A Christmas Story House Opens the Door to 80s Sentimentality

A Christmas Story by Thomas Kinkade

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By Paul Post

CLEVELAND >> Like Christmas itself, there’s something magical about the unassuming two-story home in Cleveland’s Tremont neighborhood where the iconic movie, “A Christmas Story,” was filmed 30 years ago, in 1983.

On sweltering hot summer afternoons or bone-chilling mid-December mornings, more than 50,000 people a year line up to see the place where Ralphie Parker, played by Peter Billingsley, realized his dream of getting a Red Ryder BB gun from Santa, despite warnings from all sides: “You’ll shoot your eye out!”

Somehow, his quest resonates with anyone who’s ever rushed downstairs and ripped wrapping paper off gifts beneath a tree on Christmas morning.

The house and back yard were only used for exterior filming. Interior shots were done on movie sets because rooms weren’t big enough to accommodate all the equipment involved.

However, visitors can’t tell the difference. The home’s makeover is almost identical to its appearance in the movie, from the crazy leg lamp in the front window to the second-story bedroom that Ralphie shared with his kid brother, Randy.

The story takes place in a fictionalized version of Hammond, Ind., in the 1940s.

After considerable searching, location scouts found just what they were looking for in Cleveland, a “Rust Belt” city with an old steel mill that sets the stage perfectly for viewers in the movie’s opening scene.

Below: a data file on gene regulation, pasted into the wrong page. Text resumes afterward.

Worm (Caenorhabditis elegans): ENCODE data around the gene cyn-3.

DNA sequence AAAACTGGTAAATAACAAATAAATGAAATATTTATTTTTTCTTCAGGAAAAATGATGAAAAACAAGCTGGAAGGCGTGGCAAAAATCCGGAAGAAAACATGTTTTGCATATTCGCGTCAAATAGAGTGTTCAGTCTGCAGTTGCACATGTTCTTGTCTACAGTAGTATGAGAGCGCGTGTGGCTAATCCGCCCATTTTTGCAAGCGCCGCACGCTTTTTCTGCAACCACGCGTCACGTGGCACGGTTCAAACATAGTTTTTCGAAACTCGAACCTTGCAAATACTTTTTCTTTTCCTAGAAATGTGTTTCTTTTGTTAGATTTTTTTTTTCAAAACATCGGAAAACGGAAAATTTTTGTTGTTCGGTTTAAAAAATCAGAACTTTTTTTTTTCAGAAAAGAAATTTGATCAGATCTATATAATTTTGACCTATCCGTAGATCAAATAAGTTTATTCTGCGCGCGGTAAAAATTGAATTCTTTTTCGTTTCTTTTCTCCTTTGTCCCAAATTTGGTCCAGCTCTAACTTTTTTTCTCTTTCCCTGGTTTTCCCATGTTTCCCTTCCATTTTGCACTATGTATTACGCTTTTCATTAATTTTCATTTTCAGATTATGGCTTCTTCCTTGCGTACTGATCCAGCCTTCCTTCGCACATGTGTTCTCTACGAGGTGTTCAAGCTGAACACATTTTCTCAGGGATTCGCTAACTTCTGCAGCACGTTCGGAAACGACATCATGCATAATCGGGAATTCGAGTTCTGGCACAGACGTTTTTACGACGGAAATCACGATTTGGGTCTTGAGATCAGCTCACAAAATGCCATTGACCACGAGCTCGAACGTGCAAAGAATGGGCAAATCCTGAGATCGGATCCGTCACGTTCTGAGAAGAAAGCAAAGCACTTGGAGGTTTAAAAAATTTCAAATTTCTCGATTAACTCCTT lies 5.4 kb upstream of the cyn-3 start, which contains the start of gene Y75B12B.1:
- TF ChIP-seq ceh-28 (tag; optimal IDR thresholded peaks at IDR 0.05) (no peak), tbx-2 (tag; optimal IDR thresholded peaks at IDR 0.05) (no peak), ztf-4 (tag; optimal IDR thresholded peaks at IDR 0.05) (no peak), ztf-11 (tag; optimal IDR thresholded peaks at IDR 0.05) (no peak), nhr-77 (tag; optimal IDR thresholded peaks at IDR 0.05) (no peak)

Anyone familiar with Cleveland will also recognize the downtown Public Square where parade scenes were filmed. The city’s imposing Civil War memorial, Soldiers’ and Sailors’ Monument, is visible in the background.

Higbee’s, a former 12-story department store that opened in 1931, is also shown prominently. That’s where 9-year-old Ralphie goes to ask Santa for his Red Ryder. In real life, the landmark business closed in 2002 and the massive building is now home to a downtown casino.

Brian Jones, an avid fan of the movie, hit the jackpot when he bought the “Christmas Story” house” for $150,000 in 2005. A year later, after considerable renovations, it opened as a tourist destination.

Last December alone, more than 24,000 people took the tour and souvenir sales at “A Christmas Story” house museum, across the street, are virtually off the chart — with everything from leg lamp tree ornaments to replica Red Ryder BB guns.

How big has it become?

Earlier this month, Cleveland hosted “A Christmas Story House” convention to celebrate the movie’s 30th anniversary and a musical version is currently on Broadway. This year, people could even place bids for a chance to win two overnight stays at the world-famous home. The winner paid $3,152 — equal to night’s stay in a posh Manhattan hotel.

All proceeds go to the Christmas Story House Neighborhood Restoration Project, a nonprofit foundation established to preserve and improve the neighborhood surrounding “A Christmas Story” house for future generations to enjoy. The foundation provides grants, both public and private, to projects that enhance and improve the surrounding neighborhood.

It might be too late to go see the house this Christmas, but it is well worth visiting at any time of year,

For information, call (216) 298-4819 or go to achristmasstoryhouse.com.

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